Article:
I began research on this post thinking I was going to write about Otto Preminger’s 1960 film adaptation of Leon Uris’s Exodus (1958) as a biblical epic. The case is not that hard to make: the title is a pretty strong clue, as is the setting—the “Holy Land.” And two extraordinary scholars have already essentially made this case: Melani McAlister in her pathbreaking Epic Encounters: Culture, Media, and U.S. Interests in the Middle East since 1945 (2005; 2001) and Amy Kaplan in “Zionism as Anticolonialism: The Case of Exodus” (2013).
But in browsing through IMDb, I began wondering if the post-WWII biblical epic exists at all, at least as a distinct and separate genre. Most critics and scholars would surely agree that it makes no sense whatsoever to enforce canonical orthodoxy on Hollywood and separate films like The Ten Commandments or Samson and Delilah (1949) that are “based” on actual scriptural sources from apocryphal works like The Robe (1953) or Ben-Hur (1959) or Barabbas (1961)—films about characters who encounter Jesus in some way. Ben-Hur is blatantly just as much a biblical epic as King of Kings (1961).
But does it make sense, then, to draw a line in the sand (pun intended) between these biblical epics and the sword-and-sandal epics that Hollywood was also churning out at that time, films like Spartacus (1960) or Cleopatra (1963)? Films about ancient Greece and Rome thrived alongside these films made from or inspired by the Bible. We cannot, surely, call them biblical epics, but maybe there’s something grander that encompasses them both—a supergenre, so to speak?
As I began to follow Ariadne’s thread through the labyrinth of common casts and production teams, I came to the conclusion that there was really a transnational genre of films made between 1949 and 1972 that we might call “the mediterranean,” much like “the western.” For that is really what unites these films: their Mediterranean setting. The biblical content of some of these films is, in fact, secondary and, in a sense, contingent: biblical stories are just one way of telling mediterranean stories, much as the cattle drive was one possible plot for the Western.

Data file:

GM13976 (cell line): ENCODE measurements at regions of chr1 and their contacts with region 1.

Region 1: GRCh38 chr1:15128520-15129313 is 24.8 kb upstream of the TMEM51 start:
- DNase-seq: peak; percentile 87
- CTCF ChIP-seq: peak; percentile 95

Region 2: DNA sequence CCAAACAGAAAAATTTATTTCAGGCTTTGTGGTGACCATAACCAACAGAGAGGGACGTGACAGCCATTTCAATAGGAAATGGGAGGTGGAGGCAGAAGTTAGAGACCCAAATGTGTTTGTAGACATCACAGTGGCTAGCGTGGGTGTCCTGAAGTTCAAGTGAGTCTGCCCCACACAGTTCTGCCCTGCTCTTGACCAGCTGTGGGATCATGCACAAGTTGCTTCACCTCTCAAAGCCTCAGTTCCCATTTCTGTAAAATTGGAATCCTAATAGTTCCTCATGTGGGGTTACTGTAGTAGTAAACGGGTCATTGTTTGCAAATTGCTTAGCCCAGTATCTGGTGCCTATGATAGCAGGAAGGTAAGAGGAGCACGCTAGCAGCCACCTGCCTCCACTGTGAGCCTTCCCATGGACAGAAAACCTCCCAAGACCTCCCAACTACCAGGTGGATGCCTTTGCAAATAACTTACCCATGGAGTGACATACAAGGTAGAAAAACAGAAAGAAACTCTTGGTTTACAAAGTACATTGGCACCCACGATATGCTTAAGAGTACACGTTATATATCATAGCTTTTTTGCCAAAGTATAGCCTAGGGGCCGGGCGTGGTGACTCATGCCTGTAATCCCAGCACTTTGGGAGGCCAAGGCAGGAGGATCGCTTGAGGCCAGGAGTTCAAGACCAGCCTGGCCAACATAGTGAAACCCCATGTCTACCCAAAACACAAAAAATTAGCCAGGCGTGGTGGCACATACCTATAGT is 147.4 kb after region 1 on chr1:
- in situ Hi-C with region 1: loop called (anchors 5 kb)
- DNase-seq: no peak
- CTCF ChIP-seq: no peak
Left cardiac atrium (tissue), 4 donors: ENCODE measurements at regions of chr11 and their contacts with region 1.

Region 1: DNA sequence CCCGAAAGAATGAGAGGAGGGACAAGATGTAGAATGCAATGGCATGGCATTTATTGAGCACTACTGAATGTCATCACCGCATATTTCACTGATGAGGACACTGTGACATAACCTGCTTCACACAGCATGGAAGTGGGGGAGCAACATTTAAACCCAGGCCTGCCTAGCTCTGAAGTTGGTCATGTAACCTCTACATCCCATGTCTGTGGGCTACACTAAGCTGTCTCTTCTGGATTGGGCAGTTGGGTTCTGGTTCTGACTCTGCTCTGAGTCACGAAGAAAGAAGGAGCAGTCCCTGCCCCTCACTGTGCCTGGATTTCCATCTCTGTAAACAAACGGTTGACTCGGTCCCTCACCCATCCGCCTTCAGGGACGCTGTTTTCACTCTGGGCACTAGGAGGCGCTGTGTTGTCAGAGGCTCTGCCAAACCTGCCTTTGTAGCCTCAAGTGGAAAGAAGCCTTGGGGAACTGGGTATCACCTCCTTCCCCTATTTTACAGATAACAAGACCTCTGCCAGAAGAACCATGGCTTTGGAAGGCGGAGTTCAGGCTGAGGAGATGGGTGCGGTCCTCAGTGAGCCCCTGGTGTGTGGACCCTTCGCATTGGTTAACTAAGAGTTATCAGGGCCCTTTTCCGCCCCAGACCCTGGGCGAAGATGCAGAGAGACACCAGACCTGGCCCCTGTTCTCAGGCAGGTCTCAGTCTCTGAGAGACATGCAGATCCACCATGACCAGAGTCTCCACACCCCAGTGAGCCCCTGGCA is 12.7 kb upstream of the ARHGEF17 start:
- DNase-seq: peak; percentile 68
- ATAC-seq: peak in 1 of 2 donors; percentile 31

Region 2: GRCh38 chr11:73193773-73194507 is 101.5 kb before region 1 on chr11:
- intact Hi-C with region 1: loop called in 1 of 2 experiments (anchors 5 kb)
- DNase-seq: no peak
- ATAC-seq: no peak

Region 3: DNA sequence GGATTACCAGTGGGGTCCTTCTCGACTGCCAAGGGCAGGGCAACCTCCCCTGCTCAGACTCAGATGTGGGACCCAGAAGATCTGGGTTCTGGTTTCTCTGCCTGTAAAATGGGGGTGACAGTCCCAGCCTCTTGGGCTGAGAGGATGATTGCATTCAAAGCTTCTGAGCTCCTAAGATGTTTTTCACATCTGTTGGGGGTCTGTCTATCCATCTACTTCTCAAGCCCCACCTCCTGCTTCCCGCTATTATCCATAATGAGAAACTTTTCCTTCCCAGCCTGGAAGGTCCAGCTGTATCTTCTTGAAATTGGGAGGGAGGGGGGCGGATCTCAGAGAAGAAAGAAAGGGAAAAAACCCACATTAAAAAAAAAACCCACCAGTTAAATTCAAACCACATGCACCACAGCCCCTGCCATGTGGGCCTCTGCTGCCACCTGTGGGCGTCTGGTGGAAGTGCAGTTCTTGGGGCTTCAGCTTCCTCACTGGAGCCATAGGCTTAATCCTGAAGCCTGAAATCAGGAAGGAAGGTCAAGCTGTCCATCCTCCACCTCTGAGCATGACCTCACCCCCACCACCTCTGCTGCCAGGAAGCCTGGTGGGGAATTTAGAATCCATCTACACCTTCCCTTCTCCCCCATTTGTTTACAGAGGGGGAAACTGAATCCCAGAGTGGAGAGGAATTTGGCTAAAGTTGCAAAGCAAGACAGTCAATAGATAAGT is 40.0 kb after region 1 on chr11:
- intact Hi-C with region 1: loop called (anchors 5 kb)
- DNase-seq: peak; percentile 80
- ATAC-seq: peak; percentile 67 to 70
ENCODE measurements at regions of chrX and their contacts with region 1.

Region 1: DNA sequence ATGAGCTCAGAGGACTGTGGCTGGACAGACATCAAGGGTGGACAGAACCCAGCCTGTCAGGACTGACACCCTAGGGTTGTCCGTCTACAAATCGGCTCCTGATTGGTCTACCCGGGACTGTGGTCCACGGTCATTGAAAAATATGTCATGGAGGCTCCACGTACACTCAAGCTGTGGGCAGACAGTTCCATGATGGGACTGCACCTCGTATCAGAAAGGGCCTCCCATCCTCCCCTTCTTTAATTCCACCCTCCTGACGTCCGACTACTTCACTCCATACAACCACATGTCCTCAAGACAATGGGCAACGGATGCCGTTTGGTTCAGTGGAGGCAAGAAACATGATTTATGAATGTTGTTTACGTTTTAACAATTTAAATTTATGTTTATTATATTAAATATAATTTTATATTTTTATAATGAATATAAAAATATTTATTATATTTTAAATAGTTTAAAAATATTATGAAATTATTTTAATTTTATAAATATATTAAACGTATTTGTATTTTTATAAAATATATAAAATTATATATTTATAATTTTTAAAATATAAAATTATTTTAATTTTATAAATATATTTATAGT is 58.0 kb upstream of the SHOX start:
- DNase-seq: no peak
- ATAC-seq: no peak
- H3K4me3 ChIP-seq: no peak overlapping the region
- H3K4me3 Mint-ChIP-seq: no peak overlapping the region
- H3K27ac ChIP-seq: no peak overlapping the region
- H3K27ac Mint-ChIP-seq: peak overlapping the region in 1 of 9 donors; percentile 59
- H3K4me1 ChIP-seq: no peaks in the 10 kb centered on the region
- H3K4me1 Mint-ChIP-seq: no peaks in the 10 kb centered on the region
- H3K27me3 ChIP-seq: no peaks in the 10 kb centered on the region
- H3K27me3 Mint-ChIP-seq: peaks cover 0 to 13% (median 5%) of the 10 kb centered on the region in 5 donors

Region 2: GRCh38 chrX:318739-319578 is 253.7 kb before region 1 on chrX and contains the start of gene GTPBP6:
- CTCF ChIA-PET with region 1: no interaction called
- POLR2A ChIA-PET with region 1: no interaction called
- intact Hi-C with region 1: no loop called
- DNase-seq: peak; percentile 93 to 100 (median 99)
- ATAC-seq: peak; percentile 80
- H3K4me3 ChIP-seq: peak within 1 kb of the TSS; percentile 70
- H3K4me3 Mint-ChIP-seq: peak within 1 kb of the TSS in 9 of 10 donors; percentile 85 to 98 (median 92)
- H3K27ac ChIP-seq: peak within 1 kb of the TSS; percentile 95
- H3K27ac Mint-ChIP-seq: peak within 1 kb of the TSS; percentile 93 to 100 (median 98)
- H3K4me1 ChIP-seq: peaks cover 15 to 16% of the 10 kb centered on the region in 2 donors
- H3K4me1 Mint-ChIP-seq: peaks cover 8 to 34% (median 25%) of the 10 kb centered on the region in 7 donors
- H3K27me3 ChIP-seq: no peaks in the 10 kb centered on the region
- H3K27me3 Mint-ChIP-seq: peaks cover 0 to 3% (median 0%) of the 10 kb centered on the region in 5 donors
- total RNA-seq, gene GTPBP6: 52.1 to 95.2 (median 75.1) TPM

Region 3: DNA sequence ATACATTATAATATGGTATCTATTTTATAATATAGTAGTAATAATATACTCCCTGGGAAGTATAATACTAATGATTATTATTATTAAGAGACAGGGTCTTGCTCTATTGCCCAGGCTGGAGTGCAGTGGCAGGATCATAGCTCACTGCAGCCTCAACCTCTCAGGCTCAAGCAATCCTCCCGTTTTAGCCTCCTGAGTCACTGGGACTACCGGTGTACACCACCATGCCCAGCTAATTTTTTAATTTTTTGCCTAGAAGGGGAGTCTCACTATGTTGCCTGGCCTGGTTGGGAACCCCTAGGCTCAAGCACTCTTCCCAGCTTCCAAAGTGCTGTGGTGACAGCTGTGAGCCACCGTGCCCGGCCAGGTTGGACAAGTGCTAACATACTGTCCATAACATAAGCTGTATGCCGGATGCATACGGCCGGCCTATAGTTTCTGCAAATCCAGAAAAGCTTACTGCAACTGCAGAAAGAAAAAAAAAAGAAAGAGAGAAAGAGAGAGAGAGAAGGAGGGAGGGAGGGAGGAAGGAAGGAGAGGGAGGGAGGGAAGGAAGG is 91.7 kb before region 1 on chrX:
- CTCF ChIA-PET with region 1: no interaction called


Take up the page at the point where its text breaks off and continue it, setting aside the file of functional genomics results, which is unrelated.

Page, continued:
What stands out is not the content at all but, we might say, the temperature. Lustiness and voluptuousness are the absolute sine qua non of these films. These films are about bodies—muscles, curves, and sweat—and also about bodies in extremis—in a state of, one might say, torture or tumescence, agony and ecstasy. These are hot films from a hot climate: films about swarthy bodies and sultry eyes. These are films exploring what can be done with light clothing that is sweated through easily, much as today’s superhero films are explorations in spandex.
In fact, mediterraneans can be seen as a closely analogous cinematic form for the 1950s and 1960s to the superhero and disaster movies of the past 10-15 years, which we should probably also see as a single supergenre, united by their common focus on images of massive urban devastation. Like today’s disaster/superhero films, mediterraneans were the films on which studios lavished money both in production and in publicity. Both genres also tended toward marathonic length: they offered quantity to the viewer above all. There are also technical analogies: both genres used special viewing technologies—Cinerama and CinemaScope then, IMAX and 3D now—to entice viewers into buying premium-priced tickets.
And like the superhero/disaster genre, the casting was both repetitive (the same stars appearing in film after film) and transnational. But because of the generic constant of a Mediterranean setting, the mediterranean film’s cast and crew was not truly global—as the superhero/disaster film is increasingly tending to be—but prioritized Mediterranean or Mediterranean-looking actors and actresses: Charlton Heston, Sophia Loren, Victor Mature, Anthony Quinn, Kirk Douglas, Hedy Lamarr, Burt Lancaster, Gregory Peck, Jean Simmons.